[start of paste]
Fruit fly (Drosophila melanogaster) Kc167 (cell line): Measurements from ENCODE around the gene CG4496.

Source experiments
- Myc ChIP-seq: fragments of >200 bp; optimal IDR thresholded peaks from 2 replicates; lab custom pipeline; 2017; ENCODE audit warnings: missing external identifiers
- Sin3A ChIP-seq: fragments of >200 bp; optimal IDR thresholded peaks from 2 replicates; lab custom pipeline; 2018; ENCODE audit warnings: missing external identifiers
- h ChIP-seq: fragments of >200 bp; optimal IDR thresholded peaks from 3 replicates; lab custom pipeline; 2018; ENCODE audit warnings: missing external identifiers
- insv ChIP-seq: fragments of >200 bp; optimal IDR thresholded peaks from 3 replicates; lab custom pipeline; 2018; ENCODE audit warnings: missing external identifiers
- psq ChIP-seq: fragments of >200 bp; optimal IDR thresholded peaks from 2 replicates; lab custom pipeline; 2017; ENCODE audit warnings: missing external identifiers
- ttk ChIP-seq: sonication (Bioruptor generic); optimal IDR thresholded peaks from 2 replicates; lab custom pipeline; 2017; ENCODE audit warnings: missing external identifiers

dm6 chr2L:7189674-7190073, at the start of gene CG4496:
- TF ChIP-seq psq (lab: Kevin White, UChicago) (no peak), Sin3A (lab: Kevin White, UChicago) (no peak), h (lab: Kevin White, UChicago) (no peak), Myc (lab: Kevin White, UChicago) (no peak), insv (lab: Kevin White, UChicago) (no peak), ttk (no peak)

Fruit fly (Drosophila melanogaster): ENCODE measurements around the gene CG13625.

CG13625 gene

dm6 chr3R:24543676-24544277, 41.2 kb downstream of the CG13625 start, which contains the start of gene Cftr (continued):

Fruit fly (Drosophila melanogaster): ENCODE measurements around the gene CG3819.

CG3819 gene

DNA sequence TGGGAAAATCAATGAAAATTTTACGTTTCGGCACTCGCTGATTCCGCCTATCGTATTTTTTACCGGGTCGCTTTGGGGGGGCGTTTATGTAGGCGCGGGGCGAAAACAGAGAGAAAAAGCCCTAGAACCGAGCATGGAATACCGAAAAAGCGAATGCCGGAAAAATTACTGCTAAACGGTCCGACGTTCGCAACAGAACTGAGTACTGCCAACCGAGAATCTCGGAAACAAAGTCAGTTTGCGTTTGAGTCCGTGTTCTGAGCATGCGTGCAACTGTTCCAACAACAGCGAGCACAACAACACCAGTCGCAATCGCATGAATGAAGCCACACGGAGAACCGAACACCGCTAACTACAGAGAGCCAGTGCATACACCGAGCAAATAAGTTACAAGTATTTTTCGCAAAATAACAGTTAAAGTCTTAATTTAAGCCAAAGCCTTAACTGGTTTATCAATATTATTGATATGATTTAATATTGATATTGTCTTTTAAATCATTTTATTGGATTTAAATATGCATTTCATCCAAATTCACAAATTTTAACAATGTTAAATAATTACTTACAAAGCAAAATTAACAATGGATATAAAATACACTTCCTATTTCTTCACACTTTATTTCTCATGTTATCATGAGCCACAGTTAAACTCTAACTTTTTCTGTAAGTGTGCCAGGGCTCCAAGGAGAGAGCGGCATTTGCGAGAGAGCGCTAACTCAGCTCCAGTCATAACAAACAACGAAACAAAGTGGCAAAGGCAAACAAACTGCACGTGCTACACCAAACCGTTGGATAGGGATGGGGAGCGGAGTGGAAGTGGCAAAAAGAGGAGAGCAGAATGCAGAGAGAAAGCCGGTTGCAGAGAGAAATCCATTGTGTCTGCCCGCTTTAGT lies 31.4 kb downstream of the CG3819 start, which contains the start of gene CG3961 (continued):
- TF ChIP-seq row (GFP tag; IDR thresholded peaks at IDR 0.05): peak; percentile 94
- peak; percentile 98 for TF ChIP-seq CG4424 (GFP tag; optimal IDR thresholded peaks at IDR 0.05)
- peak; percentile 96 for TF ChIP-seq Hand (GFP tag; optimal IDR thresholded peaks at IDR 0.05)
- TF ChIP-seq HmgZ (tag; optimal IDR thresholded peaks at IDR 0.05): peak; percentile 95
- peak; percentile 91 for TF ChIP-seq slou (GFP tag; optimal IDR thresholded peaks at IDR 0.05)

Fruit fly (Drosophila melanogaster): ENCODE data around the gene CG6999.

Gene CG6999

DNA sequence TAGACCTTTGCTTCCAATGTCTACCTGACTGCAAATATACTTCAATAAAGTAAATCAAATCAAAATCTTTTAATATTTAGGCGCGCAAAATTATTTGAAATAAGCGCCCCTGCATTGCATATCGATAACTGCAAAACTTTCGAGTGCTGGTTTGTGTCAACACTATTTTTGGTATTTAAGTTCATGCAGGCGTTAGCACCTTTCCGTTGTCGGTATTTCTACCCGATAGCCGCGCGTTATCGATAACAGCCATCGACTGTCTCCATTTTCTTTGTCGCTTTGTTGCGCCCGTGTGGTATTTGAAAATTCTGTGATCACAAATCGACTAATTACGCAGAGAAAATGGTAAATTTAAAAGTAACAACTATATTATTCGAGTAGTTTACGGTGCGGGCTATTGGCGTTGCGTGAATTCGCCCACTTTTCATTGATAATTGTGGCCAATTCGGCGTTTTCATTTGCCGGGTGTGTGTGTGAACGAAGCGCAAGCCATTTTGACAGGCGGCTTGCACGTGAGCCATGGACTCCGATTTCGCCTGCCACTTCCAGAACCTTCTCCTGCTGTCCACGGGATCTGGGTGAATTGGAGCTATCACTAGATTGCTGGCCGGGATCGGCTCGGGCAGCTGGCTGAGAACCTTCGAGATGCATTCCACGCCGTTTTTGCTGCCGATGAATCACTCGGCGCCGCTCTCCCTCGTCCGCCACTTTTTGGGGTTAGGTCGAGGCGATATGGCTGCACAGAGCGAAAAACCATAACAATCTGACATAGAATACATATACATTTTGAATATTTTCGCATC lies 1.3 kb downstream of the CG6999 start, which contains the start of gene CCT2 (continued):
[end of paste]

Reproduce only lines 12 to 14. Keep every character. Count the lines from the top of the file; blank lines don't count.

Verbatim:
CG13625 gene

dm6 chr3R:24543676-24544277, 41.2 kb downstream of the CG13625 start, which contains the start of gene Cftr (continued):

Fruit fly (Drosophila melanogaster): ENCODE measurements around the gene CG3819.